Gay, lesbian, bisexual individuals have higher rates of adverse childhood experiences
Gay, lesbian and bisexual individuals had more adverse childhood experiences than their heterosexual counterparts in the United States, according to study results published in Journal of Clinical Psychiatry.
Further, these individuals were at higher risk for comorbid substance use and mental health disorders.
“Our study is the first nationally representative study to investigate the relationships among sexual orientation, adverse childhood experiences (eg, physical abuse) and comorbid substance use and mental health disorders (eg, alcohol use disorder and mood disorder) in the U.S.,” Sean Esteban McCabe, PhD, of the Center for the Study of Drugs, Alcohol, Smoking and Health at the University of Michigan School of Nursing, told Healio Psychiatry.
The investigators sought to evaluate the links between adverse childhood experiences and comorbid DSM-5 substance use and mental health disorders among individuals who identified as lesbian/gay, bisexual, unsure, discordant heterosexual and concordant heterosexual. They analyzed data collected in households via structured diagnostic face-to-face interviews of 36,309 U.S. adults aged 18 years or older who were included in the 2012 to 2013 National Epidemiologic Survey on Alcohol and Related Conditions-III.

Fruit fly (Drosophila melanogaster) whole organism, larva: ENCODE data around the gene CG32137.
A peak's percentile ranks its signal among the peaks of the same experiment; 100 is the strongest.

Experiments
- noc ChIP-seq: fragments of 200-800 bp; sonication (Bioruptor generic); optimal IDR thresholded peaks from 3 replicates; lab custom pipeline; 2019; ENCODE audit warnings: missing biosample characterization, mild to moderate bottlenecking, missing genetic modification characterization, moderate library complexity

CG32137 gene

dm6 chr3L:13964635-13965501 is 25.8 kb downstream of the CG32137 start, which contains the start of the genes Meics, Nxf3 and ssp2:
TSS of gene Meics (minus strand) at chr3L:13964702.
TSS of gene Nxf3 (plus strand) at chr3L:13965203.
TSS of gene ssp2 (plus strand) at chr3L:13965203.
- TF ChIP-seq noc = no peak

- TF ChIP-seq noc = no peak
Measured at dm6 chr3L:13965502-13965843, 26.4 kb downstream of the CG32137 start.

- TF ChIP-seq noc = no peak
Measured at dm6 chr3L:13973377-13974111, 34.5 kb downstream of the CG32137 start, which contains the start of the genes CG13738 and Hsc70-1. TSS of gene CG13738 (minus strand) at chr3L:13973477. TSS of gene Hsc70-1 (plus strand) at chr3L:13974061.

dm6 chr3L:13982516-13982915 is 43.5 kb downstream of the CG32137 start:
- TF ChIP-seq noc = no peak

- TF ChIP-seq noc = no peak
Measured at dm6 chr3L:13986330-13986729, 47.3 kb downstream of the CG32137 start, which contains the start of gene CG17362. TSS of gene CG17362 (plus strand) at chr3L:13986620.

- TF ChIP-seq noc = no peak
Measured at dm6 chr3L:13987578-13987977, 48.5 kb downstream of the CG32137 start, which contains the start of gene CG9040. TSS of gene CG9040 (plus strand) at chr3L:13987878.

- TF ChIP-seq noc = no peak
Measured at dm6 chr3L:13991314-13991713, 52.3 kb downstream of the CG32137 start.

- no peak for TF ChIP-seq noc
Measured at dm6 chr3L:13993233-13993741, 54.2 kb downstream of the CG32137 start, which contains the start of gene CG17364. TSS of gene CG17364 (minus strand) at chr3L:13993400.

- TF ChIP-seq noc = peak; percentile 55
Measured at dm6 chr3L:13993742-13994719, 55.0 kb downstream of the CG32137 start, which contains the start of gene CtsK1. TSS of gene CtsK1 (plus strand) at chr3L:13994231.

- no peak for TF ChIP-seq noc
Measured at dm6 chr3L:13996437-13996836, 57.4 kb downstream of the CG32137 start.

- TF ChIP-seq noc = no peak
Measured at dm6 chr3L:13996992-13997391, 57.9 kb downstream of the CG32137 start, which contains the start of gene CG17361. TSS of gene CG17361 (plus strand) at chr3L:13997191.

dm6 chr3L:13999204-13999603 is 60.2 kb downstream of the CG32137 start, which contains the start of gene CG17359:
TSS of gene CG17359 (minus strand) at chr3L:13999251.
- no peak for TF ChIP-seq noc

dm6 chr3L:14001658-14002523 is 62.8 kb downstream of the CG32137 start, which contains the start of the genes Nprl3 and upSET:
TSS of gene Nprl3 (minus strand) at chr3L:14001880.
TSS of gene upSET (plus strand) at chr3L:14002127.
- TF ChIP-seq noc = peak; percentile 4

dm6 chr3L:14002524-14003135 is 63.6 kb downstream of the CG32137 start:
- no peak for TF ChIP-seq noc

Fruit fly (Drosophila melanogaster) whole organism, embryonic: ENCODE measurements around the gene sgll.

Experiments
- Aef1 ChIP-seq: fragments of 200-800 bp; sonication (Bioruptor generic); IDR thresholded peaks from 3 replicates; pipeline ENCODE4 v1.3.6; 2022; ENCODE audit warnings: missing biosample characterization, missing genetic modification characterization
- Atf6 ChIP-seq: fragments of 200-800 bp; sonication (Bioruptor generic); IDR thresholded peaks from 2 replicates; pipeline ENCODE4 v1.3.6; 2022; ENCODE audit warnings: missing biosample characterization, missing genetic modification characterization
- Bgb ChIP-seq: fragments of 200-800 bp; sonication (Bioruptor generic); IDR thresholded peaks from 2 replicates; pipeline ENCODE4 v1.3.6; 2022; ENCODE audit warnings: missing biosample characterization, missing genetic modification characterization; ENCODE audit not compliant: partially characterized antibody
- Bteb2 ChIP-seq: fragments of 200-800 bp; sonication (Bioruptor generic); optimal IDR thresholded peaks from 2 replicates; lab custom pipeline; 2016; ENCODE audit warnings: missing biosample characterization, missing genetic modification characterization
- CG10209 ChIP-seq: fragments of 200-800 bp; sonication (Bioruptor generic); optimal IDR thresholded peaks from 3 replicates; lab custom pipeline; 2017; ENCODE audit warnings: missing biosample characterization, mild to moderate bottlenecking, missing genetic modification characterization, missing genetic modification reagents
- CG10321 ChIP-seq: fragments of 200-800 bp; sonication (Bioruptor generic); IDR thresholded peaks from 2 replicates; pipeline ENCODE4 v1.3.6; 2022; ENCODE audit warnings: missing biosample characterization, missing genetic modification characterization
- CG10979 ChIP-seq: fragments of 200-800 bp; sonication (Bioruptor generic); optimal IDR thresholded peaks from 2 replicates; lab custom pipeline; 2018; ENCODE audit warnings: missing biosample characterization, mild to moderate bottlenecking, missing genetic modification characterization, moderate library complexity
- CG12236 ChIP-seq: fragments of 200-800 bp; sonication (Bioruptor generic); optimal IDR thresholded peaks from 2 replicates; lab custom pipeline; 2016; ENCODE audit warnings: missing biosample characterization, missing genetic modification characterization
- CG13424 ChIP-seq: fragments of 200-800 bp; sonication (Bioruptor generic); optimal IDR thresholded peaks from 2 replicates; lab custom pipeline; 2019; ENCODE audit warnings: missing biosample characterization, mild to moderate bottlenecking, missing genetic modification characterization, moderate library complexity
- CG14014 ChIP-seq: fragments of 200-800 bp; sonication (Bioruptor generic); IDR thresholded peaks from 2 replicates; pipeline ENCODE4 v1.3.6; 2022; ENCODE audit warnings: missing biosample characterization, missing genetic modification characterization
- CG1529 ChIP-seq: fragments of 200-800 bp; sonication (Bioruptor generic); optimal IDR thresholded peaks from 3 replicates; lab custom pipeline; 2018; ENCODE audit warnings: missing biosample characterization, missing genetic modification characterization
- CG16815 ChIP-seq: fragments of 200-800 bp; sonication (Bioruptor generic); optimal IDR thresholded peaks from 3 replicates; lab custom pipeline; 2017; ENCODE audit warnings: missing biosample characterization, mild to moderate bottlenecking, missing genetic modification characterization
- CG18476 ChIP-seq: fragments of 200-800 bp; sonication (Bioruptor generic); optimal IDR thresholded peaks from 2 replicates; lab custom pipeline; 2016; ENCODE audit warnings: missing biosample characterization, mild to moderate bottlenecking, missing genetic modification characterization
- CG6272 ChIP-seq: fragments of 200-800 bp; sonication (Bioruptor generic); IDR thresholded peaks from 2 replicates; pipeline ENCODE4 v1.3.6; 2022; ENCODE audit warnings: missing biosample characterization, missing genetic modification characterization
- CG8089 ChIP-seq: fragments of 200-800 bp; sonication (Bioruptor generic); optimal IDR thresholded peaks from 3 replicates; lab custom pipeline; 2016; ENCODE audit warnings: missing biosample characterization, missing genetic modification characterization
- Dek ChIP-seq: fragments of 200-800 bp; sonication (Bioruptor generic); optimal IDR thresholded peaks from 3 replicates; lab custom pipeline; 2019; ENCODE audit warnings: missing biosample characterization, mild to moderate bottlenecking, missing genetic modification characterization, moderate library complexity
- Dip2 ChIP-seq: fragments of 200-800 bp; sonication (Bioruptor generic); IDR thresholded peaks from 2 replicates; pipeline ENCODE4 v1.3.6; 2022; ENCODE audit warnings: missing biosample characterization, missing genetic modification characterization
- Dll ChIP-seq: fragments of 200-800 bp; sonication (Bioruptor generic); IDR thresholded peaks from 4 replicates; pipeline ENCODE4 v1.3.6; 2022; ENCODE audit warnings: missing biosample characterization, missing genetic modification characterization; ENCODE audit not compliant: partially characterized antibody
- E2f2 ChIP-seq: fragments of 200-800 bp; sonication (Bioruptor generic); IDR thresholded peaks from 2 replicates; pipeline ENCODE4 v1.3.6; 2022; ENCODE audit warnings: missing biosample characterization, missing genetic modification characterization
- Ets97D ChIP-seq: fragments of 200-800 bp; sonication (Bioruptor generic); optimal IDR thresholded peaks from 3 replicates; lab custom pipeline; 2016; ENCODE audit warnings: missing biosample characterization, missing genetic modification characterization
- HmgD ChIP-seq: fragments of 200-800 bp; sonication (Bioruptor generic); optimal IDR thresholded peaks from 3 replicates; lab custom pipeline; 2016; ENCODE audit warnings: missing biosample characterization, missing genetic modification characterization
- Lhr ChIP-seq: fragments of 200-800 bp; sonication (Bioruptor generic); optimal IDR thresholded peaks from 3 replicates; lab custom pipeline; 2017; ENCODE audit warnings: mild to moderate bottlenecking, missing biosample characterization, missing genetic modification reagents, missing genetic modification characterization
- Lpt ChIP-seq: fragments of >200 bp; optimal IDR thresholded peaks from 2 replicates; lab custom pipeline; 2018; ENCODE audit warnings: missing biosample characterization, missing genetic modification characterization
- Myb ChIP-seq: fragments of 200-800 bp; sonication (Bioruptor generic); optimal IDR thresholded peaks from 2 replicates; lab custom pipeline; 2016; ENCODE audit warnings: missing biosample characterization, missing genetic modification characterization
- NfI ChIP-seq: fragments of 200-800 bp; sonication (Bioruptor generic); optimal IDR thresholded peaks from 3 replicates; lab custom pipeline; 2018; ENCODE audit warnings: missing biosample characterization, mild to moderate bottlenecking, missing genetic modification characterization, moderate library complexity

Results showed the highest prevalence of adverse sexual experiences and comorbid substance use and mental health disorders among gay, lesbian and bisexual individuals, especially bisexual women. A total of 43.8% of bisexual women reported four or more adverse childhood experiences, and 38% of bisexual women reported comorbid mental health and substance use disorders. According to results of multivariable regression analyses, adverse childhood experiences, comorbid substance use and mental health disorder had a curvilinear relationship. Further, gay, lesbian and bisexual individuals had a higher adverse childhood experience mean vs. concordant heterosexual participants. Most individuals in this population with high levels of adverse childhood experiences had comorbid substance use and mental health disorders.
“Our study provides compelling evidence that sexual minorities are exposed to more adverse childhood experiences and are at greater risk for comorbid substance use and mental health disorders than heterosexuals in the U.S.,” McCabe said. “The findings highlight the importance of screening for adverse childhood experiences in clinical settings. Clinicians working with patients exposed to high levels of adverse childhood experiences are recommended to evaluate for comorbid substance use and mental health disorders, especially among sexual minorities. The findings also reinforce the importance of effective trauma-informed interventions to treat comorbidities in patients exposed to multiple adverse childhood experiences so they can thrive in life.”